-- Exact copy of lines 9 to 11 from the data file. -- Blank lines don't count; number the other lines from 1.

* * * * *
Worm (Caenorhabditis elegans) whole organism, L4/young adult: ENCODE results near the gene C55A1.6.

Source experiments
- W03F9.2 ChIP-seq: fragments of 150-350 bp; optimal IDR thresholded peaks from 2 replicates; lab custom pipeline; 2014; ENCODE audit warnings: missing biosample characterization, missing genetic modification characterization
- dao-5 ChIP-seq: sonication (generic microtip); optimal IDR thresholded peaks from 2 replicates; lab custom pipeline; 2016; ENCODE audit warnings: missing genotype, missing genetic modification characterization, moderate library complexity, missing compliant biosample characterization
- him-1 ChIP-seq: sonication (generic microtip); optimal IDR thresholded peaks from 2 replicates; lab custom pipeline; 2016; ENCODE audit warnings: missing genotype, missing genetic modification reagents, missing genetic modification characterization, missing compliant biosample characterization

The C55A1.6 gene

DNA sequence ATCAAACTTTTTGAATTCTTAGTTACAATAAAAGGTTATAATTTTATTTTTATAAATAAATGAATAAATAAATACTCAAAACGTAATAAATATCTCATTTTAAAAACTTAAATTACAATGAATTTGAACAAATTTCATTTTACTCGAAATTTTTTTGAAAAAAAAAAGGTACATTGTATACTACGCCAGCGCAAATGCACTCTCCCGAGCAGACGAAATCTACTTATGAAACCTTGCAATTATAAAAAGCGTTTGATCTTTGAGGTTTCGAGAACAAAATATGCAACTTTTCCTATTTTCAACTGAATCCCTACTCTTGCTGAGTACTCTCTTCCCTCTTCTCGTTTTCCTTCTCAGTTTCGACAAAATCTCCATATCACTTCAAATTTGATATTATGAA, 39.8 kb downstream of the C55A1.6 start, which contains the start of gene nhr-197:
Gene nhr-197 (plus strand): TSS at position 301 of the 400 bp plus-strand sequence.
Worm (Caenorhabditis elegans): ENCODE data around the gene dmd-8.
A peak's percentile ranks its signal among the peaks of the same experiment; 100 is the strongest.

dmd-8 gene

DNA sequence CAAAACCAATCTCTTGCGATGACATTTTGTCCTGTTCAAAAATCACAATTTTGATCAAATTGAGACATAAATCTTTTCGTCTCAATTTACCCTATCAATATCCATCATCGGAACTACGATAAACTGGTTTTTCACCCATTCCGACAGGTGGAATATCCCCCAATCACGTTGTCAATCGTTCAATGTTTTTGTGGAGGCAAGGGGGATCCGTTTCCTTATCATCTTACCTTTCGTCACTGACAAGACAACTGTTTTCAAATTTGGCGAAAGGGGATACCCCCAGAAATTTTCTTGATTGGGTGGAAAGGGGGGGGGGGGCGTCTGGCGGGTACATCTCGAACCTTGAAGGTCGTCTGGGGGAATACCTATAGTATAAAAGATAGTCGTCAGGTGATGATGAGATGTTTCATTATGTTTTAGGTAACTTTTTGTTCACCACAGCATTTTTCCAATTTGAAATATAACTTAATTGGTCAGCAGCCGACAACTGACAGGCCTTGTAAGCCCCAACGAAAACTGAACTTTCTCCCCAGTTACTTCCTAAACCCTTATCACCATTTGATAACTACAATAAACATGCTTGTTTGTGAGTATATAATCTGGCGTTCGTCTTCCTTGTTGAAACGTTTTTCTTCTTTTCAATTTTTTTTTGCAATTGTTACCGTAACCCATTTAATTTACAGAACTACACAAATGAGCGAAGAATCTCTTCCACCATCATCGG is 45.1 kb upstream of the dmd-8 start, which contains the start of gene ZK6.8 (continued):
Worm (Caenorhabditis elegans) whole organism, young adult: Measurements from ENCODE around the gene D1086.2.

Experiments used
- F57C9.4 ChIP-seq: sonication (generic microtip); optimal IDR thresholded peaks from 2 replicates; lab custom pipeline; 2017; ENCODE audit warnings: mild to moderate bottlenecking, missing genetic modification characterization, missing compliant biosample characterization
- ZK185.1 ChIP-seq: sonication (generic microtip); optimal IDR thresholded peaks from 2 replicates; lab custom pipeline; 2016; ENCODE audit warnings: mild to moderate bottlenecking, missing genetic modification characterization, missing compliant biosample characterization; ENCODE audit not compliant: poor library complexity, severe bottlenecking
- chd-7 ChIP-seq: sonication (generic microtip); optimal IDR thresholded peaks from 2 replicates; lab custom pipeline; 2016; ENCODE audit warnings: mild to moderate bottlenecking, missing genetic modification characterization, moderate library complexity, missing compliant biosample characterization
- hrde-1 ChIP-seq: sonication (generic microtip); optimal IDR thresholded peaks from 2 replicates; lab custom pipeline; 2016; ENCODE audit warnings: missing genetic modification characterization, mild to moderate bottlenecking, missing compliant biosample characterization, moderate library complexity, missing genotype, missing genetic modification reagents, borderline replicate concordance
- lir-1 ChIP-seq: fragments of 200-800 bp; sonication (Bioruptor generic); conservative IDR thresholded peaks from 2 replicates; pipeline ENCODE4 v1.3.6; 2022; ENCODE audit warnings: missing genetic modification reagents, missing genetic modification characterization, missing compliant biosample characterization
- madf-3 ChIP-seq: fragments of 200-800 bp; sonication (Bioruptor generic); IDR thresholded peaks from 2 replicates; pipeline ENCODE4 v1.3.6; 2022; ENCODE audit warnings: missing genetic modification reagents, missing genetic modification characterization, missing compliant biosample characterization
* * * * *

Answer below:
Worm (Caenorhabditis elegans): ENCODE data around the gene dmd-8.
A peak's percentile ranks its signal among the peaks of the same experiment; 100 is the strongest.

dmd-8 gene